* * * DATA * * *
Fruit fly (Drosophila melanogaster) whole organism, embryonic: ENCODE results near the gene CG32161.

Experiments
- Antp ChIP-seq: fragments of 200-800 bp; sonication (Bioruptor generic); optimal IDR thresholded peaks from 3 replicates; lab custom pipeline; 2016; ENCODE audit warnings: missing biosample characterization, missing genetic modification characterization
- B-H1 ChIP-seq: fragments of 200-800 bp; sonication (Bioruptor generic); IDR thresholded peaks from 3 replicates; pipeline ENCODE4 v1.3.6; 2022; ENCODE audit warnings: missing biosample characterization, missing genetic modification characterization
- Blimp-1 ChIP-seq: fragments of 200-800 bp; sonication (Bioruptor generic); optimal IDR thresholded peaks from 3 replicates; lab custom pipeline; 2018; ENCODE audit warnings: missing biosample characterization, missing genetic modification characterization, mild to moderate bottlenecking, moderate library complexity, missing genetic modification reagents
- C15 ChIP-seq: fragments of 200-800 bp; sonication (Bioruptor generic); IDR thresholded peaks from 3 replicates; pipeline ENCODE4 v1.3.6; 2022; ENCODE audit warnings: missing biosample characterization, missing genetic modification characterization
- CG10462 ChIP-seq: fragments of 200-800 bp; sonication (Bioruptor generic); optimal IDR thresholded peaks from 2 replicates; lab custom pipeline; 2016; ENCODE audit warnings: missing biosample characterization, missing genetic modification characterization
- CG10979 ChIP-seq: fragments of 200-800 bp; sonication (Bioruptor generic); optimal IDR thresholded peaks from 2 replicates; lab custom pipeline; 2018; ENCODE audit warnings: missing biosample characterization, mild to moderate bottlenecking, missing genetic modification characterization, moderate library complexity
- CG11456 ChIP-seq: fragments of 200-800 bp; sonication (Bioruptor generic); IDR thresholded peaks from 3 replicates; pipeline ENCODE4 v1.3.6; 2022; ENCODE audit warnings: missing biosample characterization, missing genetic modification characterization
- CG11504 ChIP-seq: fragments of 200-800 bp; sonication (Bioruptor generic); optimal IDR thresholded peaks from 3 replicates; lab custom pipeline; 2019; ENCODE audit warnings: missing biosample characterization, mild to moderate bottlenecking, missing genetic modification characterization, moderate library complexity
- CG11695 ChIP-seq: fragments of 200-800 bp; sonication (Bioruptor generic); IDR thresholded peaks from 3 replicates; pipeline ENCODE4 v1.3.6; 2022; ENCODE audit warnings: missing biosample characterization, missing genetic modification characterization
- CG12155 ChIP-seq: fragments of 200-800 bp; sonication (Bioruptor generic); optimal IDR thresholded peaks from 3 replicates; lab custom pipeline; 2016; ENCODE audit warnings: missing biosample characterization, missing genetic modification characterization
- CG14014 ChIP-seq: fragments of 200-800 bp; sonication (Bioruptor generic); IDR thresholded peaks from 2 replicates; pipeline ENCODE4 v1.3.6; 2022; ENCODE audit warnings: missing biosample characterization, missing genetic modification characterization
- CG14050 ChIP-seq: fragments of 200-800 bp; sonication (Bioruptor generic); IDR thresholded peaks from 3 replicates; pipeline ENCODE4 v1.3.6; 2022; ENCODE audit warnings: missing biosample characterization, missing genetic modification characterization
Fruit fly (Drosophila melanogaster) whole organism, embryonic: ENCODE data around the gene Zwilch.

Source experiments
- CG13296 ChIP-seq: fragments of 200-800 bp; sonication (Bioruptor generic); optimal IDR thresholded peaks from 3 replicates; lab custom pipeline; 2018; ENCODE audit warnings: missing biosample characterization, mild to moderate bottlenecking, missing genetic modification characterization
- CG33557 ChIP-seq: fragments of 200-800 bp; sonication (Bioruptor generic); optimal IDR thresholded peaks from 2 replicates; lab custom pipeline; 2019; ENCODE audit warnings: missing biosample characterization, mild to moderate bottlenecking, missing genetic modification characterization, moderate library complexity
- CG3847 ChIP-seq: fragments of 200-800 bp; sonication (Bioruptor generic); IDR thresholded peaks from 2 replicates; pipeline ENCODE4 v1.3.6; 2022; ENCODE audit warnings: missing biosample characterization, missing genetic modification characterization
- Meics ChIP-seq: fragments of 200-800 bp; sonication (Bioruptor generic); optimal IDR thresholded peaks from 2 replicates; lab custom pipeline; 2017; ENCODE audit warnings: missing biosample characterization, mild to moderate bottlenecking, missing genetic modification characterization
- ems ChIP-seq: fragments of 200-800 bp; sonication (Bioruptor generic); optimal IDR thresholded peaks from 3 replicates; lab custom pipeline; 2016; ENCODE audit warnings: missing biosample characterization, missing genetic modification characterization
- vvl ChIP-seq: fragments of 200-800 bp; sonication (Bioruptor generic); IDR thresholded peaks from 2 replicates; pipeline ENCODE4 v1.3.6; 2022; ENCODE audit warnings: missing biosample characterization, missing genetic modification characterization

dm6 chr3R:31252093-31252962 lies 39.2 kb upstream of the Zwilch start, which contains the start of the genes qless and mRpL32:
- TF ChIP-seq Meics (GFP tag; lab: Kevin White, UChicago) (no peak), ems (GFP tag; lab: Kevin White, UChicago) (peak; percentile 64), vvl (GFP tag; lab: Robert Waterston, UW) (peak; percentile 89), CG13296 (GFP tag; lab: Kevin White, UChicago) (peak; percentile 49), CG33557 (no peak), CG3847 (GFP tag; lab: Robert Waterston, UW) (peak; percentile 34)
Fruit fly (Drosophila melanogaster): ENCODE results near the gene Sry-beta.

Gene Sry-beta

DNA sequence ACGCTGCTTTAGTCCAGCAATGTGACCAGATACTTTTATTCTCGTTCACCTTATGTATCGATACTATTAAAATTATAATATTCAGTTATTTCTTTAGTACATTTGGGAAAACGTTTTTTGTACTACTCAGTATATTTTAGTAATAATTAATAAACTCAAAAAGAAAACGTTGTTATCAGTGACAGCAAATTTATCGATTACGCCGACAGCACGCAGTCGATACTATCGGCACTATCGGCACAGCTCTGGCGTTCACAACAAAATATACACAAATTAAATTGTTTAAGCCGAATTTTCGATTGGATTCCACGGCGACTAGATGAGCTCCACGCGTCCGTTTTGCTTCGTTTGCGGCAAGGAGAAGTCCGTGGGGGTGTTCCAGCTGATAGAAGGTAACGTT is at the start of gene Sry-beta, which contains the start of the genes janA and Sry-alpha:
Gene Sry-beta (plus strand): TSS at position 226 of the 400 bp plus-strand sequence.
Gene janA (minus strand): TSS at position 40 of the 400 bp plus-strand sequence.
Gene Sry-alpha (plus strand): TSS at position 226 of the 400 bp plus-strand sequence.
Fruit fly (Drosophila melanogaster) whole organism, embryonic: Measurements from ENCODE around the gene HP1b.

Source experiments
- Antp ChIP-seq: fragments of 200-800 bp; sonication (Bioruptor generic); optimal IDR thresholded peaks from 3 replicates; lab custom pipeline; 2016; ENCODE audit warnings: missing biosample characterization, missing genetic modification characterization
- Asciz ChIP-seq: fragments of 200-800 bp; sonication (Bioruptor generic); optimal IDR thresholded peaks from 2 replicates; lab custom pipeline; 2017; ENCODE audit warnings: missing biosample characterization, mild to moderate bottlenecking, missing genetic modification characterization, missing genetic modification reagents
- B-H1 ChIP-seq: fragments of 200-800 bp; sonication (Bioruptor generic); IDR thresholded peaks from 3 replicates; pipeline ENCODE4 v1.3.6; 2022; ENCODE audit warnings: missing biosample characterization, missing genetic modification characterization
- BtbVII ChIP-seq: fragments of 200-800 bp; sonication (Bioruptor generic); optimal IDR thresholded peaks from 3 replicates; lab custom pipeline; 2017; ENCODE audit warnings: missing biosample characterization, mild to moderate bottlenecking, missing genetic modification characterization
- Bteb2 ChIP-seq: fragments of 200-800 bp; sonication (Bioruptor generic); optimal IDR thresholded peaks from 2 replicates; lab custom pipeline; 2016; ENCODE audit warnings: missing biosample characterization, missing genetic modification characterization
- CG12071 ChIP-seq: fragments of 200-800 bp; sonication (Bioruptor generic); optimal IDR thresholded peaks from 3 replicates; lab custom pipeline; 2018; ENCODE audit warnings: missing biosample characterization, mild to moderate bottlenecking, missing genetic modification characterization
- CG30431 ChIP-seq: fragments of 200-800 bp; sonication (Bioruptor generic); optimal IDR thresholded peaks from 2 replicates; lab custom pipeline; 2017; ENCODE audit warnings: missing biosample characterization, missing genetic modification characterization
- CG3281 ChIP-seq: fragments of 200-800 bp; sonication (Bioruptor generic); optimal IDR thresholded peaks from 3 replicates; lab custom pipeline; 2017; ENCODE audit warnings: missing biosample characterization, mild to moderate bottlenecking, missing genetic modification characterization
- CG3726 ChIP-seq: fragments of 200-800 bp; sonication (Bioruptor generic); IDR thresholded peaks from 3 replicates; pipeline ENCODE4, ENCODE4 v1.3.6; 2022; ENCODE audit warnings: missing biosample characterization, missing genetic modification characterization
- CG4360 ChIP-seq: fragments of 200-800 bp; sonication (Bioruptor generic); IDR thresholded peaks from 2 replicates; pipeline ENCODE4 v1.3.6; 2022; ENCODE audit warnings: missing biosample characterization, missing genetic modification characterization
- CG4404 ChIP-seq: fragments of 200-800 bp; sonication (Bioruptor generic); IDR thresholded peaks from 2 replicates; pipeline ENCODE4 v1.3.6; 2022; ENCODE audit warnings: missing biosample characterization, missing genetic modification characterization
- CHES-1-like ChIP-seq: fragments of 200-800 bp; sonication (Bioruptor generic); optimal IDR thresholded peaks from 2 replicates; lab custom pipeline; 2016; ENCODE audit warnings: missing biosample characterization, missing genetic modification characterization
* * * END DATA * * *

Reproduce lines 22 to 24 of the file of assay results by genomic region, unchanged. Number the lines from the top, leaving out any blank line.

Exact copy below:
- vvl ChIP-seq: fragments of 200-800 bp; sonication (Bioruptor generic); IDR thresholded peaks from 2 replicates; pipeline ENCODE4 v1.3.6; 2022; ENCODE audit warnings: missing biosample characterization, missing genetic modification characterization

dm6 chr3R:31252093-31252962 lies 39.2 kb upstream of the Zwilch start, which contains the start of the genes qless and mRpL32:
- TF ChIP-seq Meics (GFP tag; lab: Kevin White, UChicago) (no peak), ems (GFP tag; lab: Kevin White, UChicago) (peak; percentile 64), vvl (GFP tag; lab: Robert Waterston, UW) (peak; percentile 89), CG13296 (GFP tag; lab: Kevin White, UChicago) (peak; percentile 49), CG33557 (no peak), CG3847 (GFP tag; lab: Robert Waterston, UW) (peak; percentile 34)